Michael Crider

Getting the storage device out of a desktop computer is generally easy (although it can be difficult on small computers like the Mac Mini or iMac). Getting it out of a laptop is much more difficult, and may not be possible with standard tools if it is a newer ultra-thin model with storage soldered to the motherboard. Search in Google in both cases to see if you can do it.

You may also be able to use other removable parts in a computer, especially graphics cards from gaming computers. But the odds are that if you are ready to sell or recycle a computer, there is not much in it that will be useful in a new one. If you are passing the computer on to a new user – either donate it or give it to a friend – be sure to give it to them in a useful condition.

So if you donate a computer somewhere, leave the storage space and operating system there after you have deleted your data, unless you know that the organization can repair computers yourself. If you give a computer to someone less technically savvy, you will probably also leave it in working order. If someone is just looking for the parts, or has the parts and the knowledge to fix it, you are welcome to harvest these pieces.

Clean up

If you pass something on to a new user or donate it, it is polite to make sure it is in the best possible condition. You’ve done it when it comes to software, now it’s time to take care of the hardware.

Woman cleaning cell phone
Progressman / Shutterstock.com

Dust your thing and maybe not damage some of the debris from the angles with a little isopropyl alcohol. If your gadget is particularly dirty or cloudy, you may want to go for it with a toothbrush (be sure to avoid getting water in vulnerable ports, of course). Keyboards and mice can look especially good because they are constantly touched: There is a more involved process to completely clean and disinfect them.

Where to donate and recycle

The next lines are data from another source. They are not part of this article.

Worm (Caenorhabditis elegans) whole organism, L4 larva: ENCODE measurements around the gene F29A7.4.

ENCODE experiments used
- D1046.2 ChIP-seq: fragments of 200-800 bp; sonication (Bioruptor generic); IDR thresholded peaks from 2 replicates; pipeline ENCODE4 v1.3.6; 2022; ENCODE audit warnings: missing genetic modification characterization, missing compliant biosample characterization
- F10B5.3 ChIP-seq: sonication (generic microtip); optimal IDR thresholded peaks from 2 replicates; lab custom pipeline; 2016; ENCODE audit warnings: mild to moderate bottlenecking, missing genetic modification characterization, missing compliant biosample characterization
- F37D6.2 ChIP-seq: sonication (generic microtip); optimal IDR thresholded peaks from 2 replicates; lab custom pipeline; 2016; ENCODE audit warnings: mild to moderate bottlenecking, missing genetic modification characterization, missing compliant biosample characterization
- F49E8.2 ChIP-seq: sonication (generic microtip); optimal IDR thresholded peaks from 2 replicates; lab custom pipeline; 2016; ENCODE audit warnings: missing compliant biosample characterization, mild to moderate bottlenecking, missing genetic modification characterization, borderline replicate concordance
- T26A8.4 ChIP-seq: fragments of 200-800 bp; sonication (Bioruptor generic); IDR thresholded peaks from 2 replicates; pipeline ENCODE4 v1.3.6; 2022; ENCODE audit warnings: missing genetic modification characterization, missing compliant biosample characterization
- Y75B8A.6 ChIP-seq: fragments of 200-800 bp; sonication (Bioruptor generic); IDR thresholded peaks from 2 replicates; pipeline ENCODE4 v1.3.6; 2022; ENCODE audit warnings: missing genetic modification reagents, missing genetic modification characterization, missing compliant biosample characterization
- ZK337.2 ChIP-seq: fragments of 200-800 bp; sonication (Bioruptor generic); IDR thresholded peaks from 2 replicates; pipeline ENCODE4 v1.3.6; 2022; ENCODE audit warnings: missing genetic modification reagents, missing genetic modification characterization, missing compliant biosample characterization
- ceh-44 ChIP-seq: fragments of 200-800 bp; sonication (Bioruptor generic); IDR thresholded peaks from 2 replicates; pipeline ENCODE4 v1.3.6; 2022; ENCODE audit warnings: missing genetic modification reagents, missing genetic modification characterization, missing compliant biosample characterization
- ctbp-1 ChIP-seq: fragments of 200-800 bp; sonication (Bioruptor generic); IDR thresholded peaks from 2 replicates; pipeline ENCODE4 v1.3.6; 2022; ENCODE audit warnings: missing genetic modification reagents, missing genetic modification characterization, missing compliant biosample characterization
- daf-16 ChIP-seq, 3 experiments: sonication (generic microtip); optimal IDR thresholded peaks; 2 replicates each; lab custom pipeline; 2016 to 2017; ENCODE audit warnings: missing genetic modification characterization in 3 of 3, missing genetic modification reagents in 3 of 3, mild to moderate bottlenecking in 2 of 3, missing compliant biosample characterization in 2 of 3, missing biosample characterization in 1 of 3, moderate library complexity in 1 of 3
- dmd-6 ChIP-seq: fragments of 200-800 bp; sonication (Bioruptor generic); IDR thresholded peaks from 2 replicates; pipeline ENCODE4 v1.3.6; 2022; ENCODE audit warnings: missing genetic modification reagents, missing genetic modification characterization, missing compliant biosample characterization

Ready to get rid of a few things? There are plenty of places to donate items, and many electronics stores like Best Buy collect electronics for recycling for free. Your local municipal waste or recycling service can also offer free electronics recycling – they make a small amount of money by transferring e-waste to industrial recycling companies.

If your gadget works perfectly, consider donating it to organizations that can distribute electronics to those who need them. There are plenty of these, at least one of which is almost certainly close to you: schools, churches and other religious organizations or homeless and needy programs. Retirement homes and nursing homes also often need electronics of all kinds – especially tablets and laptops.

If you are unsure whether the place you are going to accept your item, just call and ask – someone will tell you if they can use it, and if not, probably direct you where to go instead. If all else fails, organizations like the Red Cross, Goodwill, and the Salvation Army usually take almost everything that works and is created over the past decade.

Those who prefer to donate to non-religious organizations may have some very limited options. You should look for charities looking for donations in the nearest major city. Urgent need for donations is often covered in the local newspaper or shared on social hubs such as Facebook and Nextdoor.

And remember, you can always ask your friends or family if they want or need things you can no longer use. Even if they do not, they may know someone who does.